The NRC leaves no-one in doubt as to the identity of the ‘alien enemy’. The official NRC Facebook page displays a message from an Israeli woman that reads: ‘This Israeli sends her love to India: I stand with India in their fight against Pakistani terror.’
Modi has just put mainly-Muslim Kashmir – a territory in dispute between India and Pakistan since Partition, and contested in three subsequent wars between the two countries – under martial law.
The NRC is turning Assam Muslims who fled Bangladesh in 1971 into ‘illegals’. At the same time, Modi’s BJP party is considering a bill to enshrine the rights of Hindu migrants in law. Pakistan is the external enemy. Muslims are the internal enemy. The long-term aim is an exclusive Hindu state.
What will happen to the newly created Assam ‘illegals’? They have been given a right of appeal – a grotesque travesty given India’s expensive, clogged-up, and increasingly chauvinist courts. ‘Everyone will be given a right to prove their citizenship,’ Assam’s BJP law minister told the BBC. ‘But if they fail to do so, well, the legal system will take its own course.’ Pressed further, he explained this meant deportation.
To where? Bangladesh has said it will not take them. So they will be locked up. The BJP regime is building new camps for the mass incarceration of Muslims deemed ‘illegal’.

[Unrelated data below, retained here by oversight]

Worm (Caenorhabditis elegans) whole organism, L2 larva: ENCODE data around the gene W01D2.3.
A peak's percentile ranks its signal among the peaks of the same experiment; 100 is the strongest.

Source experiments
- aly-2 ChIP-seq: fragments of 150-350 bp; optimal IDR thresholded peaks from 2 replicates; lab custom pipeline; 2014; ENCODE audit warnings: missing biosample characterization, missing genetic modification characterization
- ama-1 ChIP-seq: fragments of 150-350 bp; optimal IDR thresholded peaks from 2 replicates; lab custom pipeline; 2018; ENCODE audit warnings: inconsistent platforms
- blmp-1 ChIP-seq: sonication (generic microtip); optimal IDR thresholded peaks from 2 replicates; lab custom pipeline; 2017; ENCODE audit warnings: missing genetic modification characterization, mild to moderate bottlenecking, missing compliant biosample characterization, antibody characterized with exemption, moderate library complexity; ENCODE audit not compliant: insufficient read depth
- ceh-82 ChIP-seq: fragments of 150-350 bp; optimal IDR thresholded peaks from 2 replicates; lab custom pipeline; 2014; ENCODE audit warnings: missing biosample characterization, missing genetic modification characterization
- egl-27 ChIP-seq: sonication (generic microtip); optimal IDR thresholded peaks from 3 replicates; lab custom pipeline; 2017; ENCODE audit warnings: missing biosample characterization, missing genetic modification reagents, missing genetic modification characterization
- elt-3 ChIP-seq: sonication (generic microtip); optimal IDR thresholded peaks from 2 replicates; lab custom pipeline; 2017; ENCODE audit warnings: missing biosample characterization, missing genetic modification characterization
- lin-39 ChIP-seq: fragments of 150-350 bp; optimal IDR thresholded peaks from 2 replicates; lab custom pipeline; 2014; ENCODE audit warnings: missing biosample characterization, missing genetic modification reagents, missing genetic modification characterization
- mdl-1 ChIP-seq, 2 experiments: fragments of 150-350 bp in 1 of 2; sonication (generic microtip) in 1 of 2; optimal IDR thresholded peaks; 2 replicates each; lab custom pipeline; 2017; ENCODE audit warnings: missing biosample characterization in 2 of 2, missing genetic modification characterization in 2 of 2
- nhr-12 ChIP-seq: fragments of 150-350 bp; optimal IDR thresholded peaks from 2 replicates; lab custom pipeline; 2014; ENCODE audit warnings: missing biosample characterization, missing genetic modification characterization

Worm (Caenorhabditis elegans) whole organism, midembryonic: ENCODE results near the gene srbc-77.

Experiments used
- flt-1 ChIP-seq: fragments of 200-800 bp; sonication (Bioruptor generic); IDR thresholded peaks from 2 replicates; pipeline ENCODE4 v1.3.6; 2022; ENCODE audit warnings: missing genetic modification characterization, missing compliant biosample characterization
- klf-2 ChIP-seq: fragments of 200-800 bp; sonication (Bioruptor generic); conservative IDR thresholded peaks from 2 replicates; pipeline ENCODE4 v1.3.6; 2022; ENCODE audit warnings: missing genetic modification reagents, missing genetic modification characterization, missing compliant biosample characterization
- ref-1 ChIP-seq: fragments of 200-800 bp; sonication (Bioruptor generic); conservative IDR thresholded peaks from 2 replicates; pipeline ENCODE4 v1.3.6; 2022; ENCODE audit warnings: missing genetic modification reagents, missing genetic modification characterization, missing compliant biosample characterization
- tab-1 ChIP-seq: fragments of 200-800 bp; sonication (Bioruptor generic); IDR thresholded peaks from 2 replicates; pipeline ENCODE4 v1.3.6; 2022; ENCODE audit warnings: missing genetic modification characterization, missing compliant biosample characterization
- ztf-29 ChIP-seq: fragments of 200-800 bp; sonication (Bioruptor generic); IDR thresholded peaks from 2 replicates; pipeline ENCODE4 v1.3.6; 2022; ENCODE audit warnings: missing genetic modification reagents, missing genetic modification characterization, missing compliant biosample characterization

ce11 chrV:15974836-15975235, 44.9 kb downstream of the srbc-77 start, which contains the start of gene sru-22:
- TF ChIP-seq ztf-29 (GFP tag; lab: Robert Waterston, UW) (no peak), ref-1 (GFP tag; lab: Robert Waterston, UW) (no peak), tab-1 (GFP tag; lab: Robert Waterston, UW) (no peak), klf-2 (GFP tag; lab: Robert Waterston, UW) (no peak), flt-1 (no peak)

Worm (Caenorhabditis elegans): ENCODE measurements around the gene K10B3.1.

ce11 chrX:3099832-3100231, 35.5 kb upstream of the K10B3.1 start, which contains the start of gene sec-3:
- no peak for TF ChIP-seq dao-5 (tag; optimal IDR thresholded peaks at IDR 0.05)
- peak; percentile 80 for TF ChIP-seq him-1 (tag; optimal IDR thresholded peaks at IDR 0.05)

The regime is also giving the green light to Hindu-fascist pogroms.
An estimated 24,000 Rohingya Muslims were murdered, 18,000 raped, and 116,000 beaten in state-backed pogroms in Myanmar in 2017. Around 700,000 Rohingya fled to neighbouring Bangladesh.
A wave of Islamophobic violence by state police and communal mobs in Hindu-chauvinist India, a country of 1.4 billion people, where Muslims account for 14% of the population, could turn the Rohingya Genocide into a historical footnote.
American state fascism
Take another example: Trump’s America. The US operates the world’s largest migrant detention system. Around 20,000 people are held on the US-Mexican border by Customs and Border Protection (CBP), more than 50,000 elsewhere in the country by Immigration and Customs Enforcement (ICE), and more than 11,000 children by the Department of Health and Human Services (DHHS).